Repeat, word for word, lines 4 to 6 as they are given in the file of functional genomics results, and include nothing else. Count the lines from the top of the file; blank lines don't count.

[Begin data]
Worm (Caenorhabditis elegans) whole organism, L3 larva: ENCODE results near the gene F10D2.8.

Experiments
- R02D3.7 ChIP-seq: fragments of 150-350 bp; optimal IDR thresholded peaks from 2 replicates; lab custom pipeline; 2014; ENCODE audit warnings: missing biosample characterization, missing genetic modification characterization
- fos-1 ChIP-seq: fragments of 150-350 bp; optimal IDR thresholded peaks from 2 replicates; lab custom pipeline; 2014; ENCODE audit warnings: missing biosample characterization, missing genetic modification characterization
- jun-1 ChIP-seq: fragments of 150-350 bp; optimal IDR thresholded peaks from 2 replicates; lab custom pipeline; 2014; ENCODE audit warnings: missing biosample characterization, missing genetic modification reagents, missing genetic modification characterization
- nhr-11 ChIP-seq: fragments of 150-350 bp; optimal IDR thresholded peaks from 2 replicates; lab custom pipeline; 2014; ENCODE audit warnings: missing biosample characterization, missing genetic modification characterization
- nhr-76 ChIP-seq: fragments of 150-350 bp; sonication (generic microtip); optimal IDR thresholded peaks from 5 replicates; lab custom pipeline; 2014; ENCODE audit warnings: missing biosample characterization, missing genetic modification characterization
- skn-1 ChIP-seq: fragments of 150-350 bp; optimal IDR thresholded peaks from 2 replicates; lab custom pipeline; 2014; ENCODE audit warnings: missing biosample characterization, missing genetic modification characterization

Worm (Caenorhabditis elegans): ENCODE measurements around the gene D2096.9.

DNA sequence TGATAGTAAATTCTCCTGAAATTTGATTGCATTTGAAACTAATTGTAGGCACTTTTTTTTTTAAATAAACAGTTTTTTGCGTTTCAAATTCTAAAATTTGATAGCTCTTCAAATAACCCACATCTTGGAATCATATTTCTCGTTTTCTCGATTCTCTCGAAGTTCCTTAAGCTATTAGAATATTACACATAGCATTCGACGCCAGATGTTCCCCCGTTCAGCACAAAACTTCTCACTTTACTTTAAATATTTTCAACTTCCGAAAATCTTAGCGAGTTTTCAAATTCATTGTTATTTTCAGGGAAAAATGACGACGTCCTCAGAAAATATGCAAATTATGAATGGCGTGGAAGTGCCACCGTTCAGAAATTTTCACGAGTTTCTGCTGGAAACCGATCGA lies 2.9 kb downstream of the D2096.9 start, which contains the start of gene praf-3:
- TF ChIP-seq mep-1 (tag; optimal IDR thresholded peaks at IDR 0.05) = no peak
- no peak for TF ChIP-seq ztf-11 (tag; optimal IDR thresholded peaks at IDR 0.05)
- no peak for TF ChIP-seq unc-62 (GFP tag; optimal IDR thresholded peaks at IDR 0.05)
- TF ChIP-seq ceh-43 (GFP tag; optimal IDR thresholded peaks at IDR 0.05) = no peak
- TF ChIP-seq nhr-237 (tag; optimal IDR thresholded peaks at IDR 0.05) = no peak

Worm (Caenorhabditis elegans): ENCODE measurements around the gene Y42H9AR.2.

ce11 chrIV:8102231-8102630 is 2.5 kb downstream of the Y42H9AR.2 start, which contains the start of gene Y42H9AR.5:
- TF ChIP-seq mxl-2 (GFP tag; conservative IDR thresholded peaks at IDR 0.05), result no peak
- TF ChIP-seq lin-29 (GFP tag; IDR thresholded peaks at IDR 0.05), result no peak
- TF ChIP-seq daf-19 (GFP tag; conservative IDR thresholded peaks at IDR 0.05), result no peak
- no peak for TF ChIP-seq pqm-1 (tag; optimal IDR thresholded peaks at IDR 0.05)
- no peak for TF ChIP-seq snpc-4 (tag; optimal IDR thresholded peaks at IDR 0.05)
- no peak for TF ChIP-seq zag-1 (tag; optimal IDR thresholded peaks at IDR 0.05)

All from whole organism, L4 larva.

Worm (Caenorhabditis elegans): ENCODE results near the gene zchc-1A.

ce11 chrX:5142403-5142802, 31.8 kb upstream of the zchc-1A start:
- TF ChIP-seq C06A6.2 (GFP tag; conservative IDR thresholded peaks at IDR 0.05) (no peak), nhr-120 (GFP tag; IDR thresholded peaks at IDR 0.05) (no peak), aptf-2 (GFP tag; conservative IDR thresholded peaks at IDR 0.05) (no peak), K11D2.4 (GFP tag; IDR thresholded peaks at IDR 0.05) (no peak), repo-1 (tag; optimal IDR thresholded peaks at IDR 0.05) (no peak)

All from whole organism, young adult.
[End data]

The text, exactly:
- fos-1 ChIP-seq: fragments of 150-350 bp; optimal IDR thresholded peaks from 2 replicates; lab custom pipeline; 2014; ENCODE audit warnings: missing biosample characterization, missing genetic modification characterization
- jun-1 ChIP-seq: fragments of 150-350 bp; optimal IDR thresholded peaks from 2 replicates; lab custom pipeline; 2014; ENCODE audit warnings: missing biosample characterization, missing genetic modification reagents, missing genetic modification characterization
- nhr-11 ChIP-seq: fragments of 150-350 bp; optimal IDR thresholded peaks from 2 replicates; lab custom pipeline; 2014; ENCODE audit warnings: missing biosample characterization, missing genetic modification characterization